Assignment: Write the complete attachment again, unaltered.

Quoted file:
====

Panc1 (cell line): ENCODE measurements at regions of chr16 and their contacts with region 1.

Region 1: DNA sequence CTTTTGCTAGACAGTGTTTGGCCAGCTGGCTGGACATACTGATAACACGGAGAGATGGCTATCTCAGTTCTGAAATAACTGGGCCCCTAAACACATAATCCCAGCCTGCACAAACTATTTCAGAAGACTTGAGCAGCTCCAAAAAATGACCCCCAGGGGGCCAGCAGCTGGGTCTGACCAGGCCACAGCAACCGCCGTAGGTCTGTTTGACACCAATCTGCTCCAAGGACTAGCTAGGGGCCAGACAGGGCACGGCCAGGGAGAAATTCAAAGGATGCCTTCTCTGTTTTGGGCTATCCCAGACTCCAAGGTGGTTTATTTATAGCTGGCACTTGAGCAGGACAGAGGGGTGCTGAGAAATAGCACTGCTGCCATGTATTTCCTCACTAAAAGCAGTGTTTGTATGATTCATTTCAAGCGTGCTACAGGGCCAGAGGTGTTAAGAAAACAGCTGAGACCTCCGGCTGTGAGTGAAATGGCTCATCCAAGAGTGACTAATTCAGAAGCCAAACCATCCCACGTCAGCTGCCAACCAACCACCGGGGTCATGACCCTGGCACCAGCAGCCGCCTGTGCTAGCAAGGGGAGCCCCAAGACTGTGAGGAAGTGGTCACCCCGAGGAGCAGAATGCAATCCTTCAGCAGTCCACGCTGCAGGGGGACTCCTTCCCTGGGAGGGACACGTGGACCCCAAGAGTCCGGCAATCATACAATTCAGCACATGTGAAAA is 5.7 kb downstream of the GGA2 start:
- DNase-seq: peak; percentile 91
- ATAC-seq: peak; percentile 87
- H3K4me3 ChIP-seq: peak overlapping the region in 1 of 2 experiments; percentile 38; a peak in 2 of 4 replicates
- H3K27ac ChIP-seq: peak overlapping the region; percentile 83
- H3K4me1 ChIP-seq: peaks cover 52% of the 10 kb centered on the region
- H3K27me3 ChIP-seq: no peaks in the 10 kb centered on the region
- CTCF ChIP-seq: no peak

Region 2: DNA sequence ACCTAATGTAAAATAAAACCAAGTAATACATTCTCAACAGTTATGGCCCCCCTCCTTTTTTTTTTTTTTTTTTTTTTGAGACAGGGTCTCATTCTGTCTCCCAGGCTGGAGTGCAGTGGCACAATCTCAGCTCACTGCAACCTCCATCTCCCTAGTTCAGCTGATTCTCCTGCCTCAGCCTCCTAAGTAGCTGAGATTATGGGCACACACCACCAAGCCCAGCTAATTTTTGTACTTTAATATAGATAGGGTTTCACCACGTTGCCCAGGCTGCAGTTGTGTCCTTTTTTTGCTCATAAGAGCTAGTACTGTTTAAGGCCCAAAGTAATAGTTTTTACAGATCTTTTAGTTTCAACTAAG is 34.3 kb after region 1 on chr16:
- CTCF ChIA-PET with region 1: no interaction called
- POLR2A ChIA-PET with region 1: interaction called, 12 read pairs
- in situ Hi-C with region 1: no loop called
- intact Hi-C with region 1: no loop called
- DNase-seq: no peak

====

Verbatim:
Panc1 (cell line): ENCODE measurements at regions of chr16 and their contacts with region 1.

Region 1: DNA sequence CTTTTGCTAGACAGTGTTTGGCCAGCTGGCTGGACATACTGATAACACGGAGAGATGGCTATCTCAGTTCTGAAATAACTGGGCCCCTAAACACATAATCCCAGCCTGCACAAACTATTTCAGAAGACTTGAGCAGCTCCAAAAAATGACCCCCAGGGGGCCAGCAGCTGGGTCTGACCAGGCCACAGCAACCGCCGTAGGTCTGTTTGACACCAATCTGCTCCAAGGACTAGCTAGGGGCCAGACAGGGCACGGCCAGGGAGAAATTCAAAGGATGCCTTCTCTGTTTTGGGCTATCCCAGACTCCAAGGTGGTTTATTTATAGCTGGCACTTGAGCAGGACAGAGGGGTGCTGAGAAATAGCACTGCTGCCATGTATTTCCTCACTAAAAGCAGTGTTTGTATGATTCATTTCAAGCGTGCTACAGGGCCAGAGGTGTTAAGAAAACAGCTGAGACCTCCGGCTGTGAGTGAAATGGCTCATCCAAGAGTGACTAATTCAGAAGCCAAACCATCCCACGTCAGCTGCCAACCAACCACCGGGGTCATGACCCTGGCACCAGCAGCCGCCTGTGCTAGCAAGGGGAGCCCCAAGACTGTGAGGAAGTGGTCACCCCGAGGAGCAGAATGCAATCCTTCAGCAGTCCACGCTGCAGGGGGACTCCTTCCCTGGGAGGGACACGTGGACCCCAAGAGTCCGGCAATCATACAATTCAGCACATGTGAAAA is 5.7 kb downstream of the GGA2 start:
- DNase-seq: peak; percentile 91
- ATAC-seq: peak; percentile 87
- H3K4me3 ChIP-seq: peak overlapping the region in 1 of 2 experiments; percentile 38; a peak in 2 of 4 replicates
- H3K27ac ChIP-seq: peak overlapping the region; percentile 83
- H3K4me1 ChIP-seq: peaks cover 52% of the 10 kb centered on the region
- H3K27me3 ChIP-seq: no peaks in the 10 kb centered on the region
- CTCF ChIP-seq: no peak

Region 2: DNA sequence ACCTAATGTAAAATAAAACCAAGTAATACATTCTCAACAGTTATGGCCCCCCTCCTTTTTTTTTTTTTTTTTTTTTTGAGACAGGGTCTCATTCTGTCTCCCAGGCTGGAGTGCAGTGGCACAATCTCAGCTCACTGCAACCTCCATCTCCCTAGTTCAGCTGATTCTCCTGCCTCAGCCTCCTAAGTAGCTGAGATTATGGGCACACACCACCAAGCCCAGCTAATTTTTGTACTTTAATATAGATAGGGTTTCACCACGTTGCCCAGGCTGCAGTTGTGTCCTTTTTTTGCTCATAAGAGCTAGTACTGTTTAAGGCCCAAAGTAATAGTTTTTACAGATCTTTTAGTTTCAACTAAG is 34.3 kb after region 1 on chr16:
- CTCF ChIA-PET with region 1: no interaction called
- POLR2A ChIA-PET with region 1: interaction called, 12 read pairs
- in situ Hi-C with region 1: no loop called
- intact Hi-C with region 1: no loop called
- DNase-seq: no peak